Monday, September 2, 2013

His story wasn't bunk

Ronald Coase had the battle scars to prove it, as he related to Reason Magazine in 1997;
...the people at the University of Chicago thought it was an error. Some people thought I should delete this section from my article on the FCC. The person who most desired this was Reuben Kessel, who was a very good economist, but he was supported by Aaron Director and George Stigler and others at the University of Chicago. I replied that if it was an error, it was a very interesting error and I would just as soon it stayed in. And it did stay in.
Then George Stigler invited me to do something at a workshop in Chicago and I presented something on another topic. I said I'd like to have an opportunity to discuss my error. Aaron Director arranged a meeting at his home. Director was there, Milton Friedman was there, George Stigler was there, Arnold Harberger was there, John McGee was there--all the big shots of Chicago were there, and they came to set me right. They liked me, but they thought I was wrong. I expounded my views and then they questioned me and questioned me. Milton was the person who did most of the questioning and others took part. I remember at one stage, Harberger saying, "Well, if you can't say that the marginal cost schedule changes when there's a change in liability, he can run right through." What he meant was that, if this was so, there was no way of stopping me from reaching my conclusions. And of course that was right. I said, "What is the cost schedule if a person is liable, and what is the cost schedule if he isn't liable for damage?" It's the same. The opportunity cost doesn't shift.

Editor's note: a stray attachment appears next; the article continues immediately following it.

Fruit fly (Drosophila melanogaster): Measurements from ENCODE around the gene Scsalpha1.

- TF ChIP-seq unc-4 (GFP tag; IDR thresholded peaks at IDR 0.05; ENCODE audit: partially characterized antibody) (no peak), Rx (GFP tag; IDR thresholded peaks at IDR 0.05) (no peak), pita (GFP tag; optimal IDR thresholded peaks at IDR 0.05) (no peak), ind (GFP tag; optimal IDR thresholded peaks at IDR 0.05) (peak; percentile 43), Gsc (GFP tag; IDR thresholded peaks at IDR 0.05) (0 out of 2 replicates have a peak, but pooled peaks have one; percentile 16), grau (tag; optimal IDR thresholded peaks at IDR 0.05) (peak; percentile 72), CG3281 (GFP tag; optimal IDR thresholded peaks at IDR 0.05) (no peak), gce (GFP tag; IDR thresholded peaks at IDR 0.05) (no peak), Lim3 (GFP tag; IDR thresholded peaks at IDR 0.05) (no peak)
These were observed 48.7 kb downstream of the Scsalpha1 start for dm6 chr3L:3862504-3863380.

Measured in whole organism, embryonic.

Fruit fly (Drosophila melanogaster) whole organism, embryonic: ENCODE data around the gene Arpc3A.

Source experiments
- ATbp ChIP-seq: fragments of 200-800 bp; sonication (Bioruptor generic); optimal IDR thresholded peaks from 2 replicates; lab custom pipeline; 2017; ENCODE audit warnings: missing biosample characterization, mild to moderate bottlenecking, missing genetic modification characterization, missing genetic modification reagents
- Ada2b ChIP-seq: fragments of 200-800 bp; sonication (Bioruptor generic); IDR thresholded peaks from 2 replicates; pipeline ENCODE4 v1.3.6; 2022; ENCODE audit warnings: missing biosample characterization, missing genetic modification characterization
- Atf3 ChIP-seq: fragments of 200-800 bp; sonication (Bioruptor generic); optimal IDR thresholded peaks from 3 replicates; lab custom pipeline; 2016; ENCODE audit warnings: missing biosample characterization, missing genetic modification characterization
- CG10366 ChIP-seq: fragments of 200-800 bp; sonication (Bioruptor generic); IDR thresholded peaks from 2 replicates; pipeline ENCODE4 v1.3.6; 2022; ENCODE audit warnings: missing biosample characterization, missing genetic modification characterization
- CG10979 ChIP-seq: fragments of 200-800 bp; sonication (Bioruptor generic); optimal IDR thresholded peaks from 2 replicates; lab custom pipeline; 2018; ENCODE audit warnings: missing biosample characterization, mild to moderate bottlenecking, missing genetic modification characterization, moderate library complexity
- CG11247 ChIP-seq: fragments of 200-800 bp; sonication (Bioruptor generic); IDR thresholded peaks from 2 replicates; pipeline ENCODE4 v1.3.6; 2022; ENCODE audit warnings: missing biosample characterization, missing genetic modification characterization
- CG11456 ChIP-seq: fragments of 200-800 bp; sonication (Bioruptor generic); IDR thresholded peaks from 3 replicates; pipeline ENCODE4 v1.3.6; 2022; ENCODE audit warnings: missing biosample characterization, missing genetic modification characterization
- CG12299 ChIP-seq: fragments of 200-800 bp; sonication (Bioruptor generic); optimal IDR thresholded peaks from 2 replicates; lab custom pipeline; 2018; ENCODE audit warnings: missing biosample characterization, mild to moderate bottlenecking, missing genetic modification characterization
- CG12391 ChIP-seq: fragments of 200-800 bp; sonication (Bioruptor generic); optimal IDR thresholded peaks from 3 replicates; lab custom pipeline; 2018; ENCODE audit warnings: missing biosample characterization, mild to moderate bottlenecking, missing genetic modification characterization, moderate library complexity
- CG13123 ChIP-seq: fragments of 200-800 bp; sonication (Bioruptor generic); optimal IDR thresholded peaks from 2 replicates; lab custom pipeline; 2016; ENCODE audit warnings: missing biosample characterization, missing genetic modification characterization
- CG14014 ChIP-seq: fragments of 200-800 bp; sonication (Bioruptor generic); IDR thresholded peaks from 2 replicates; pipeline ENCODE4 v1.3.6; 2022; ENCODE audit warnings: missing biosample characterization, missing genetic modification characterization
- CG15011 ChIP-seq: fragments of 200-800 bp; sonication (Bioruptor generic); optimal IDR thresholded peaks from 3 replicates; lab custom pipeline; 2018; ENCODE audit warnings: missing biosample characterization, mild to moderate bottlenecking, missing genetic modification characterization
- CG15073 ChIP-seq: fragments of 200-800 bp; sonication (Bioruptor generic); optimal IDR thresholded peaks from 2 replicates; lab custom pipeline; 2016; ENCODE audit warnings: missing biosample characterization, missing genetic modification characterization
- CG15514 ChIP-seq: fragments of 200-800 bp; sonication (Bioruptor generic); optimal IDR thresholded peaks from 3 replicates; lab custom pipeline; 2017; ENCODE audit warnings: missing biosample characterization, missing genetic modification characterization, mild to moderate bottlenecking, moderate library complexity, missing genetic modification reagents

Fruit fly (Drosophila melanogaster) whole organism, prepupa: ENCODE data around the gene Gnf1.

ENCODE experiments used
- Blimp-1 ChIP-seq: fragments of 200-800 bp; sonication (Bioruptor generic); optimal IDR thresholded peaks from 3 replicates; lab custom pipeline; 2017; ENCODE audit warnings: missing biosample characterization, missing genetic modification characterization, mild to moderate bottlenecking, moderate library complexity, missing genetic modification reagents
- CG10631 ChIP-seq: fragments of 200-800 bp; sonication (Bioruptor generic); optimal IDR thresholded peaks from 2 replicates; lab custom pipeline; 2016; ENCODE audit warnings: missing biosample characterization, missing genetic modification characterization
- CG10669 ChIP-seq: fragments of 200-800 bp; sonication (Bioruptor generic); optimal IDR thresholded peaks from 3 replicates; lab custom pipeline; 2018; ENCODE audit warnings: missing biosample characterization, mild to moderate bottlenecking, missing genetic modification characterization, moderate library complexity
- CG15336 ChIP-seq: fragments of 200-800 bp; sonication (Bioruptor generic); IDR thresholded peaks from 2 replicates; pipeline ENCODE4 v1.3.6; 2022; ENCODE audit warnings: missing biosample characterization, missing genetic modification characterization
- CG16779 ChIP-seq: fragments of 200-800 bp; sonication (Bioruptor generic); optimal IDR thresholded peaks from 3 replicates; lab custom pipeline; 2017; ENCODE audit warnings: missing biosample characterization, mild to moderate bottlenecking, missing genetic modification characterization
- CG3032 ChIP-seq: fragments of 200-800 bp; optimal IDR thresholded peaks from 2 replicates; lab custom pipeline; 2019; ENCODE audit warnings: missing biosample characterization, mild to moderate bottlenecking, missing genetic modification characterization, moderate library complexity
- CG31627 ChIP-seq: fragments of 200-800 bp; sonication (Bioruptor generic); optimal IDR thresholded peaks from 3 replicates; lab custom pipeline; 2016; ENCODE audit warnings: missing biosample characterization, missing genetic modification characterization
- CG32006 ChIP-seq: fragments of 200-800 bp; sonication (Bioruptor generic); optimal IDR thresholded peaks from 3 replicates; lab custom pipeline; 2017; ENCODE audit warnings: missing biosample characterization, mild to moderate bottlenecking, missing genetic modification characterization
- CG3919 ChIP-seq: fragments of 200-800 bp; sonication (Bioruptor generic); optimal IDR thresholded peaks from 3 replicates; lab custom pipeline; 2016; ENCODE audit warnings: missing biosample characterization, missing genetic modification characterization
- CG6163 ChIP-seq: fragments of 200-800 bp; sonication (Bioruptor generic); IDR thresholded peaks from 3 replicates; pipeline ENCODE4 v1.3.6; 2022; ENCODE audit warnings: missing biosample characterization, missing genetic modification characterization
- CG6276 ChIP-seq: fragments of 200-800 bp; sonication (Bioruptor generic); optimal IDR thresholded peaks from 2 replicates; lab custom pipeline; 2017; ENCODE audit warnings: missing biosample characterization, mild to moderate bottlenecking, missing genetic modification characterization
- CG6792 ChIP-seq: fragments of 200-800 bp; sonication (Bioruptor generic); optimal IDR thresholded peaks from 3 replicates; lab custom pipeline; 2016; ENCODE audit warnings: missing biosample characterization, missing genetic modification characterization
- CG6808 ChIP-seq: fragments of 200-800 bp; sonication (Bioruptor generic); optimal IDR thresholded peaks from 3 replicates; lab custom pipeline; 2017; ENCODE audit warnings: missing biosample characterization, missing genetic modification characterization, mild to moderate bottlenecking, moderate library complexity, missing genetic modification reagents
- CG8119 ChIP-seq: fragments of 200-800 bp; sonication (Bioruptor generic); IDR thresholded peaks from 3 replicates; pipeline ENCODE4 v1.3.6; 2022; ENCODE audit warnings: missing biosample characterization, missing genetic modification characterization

There were a lot of other points too, but the decisive thing was that this schedule didn't change. They thought if someone was liable it would be different than if he weren't. This meeting was very grueling for me. I don't know whether you've had a conversation with Milton Friedman, but an argument with Milton Friedman is a pretty strenuous affair. He's very good. He's very fair, but he doesn't let you slip up on anything. You're constantly being pressed. But when at the end of whatever the time was--say, an hour--I found I was still standing, I knew I'd won. Because if Milton can't knock you out in a few rounds, you're home.
Dead at 102, having recently published his last book (co-authored it with Ning Wang) How China Became Capitalist. Another giant of economics gone.

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